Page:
It’s that time of year. March 10, the common notification date for delivering admission decisions. The admission committee has done its work and financial aid decisions are on the table. The entire admission office, director, associates, staff are reflecting on the end of another admission season with a sense of relief mixed with a bit of angst at the possibility that, in spite of their sometime agonized decisions, they still have to wait to see if they will fully enroll the school for another year. And it’s a time when others on the campus ought to be walking into the admission office to celebrate their work – board members, head of school, administrators, faculty, staff – for it’s this admission office whose work will ensure the future of the school and salaries for its employees. The students they bring to the school are the future the school will mold for all of us.
Not a few admission officers over the years have told me about their faculty thinking the job of the admission office is ripe with all sorts of wonderful perks: business class seats; four-star hotels; drinks by the pool and a few hours actually meeting and interviewing families. The reality is often middle row seats; lonely hotel rooms; hours on winding roads; another dreaded school fair where no one comes to their table or, if they do, have no idea who the school is or likely don’t care (My favorite story was when my associate director standing behind our table sees a mother drag her son up only to have her point and say, “If you don’t shape up, that’s where I’m sending you!”). They endure endless hours of interviews with adolescent teenagers and parents with unusual views of what should constitute success for their child. These are often young assistant directors right out of college, perhaps alums of the school – all enthusiastic – and hit the proverbial yellow brick road of recruitment full of optimism. Then they visit a school and address that eighth-grade English class where, perhaps, five of twenty students are interested the rest seeing this just a respite from another writing project.
The director, like the entire staff, loves the school; believes in its mission; and is determined to bring In those students that best fit that mission. Yet, there are football teams that need continued victories; orchestras needing to replace that first-chair violinists; budding thespians. The champion debate team coach is in the office pleading his needs; the science department chair is bemoaning the lack of mathematics preparation needed for her physics curriculum. The development office is in the middle of yet another major multi-million dollar campaign and wants to see the profile of the applicant pool parents. The chairman of the Board is asking for consideration of a friend’s wholly unqualified son because, of course, he knows this family could be of great help with funding the new swimming pool.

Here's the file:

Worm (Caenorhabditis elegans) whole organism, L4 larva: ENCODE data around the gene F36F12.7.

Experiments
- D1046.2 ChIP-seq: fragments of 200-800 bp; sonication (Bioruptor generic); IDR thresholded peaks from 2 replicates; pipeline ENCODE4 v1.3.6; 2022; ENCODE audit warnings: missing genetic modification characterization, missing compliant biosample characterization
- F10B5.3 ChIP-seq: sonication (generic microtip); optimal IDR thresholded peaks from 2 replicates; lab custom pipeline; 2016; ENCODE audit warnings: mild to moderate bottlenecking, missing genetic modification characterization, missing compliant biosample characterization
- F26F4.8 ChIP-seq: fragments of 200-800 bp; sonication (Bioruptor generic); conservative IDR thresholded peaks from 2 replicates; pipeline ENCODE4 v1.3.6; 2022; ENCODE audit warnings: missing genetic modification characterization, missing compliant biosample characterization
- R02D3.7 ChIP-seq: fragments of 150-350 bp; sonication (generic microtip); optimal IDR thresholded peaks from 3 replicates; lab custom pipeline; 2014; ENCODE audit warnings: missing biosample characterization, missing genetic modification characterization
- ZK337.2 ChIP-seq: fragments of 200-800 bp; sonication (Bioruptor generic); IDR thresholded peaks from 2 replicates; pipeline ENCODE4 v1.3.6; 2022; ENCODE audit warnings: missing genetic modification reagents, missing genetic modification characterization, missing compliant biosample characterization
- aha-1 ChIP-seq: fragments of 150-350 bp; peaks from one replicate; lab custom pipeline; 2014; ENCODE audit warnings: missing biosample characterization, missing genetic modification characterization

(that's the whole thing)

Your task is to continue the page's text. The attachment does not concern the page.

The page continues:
The head and his board have a budget that must be satisfied and, without input from the director, has decided to increase the tuition another two percent over the previous year and has asked that the admission office bring in more tuition-able families to cover the cost. Of course, financial aid allocation will only be increased slightly even though for every point tuition is increased there will be a three-fold needed increase to meet the financial aid needs of the current families let alone allowing for funding new families.
The director and his admission office soldier on because, well, that is their work and their love for their school is what motivates them through another open house, reception, panel at the local sending school. There are tour guides to train; another publication to be designed; a social media campaign to be implemented; a campus video to be produced. In many cases, there are advisees, evenings in the dorm, weekend duty. Some schools even require that, should that admission officer be on the road doing the work of admission, they must return and make up the dorm duty they missed.
They are counselors to parents wondering if their child will find a nurturing, safe home at the school, and will the school ensure entry into that celebrity university. They contend with pressure from the head of the local sending school to consider that one student whom she knows is just not going to get into any other school. A family shows up at the office door unannounced expecting an immediate tour and interview and they’re not leaving until that happens.
The director and her team must then manage all the agendas in the admission committee meeting: the mathematics chair insists incoming freshman cannot have anyone needing Algebra I; the English department chair wants perfect writing skills; and the athletic director needs a power forward. And there cannot be any student with SSAT scores below the ninetieth percentile. International students must be as fluent in English as a native-speaking American.
But it all comes together and the admission director and his team have done their work while not forgetting that there is that revisit day to manage in a few weeks. It is time for to celebrate. Celebrate the men and women who have made it all happen; whose work changes the life of every student admitted. The school will continue to thrive as it has for decades and teachers will be allowed to do their magic continuing the work they love. Meanwhile, the admission office is already preparing for the next admission season.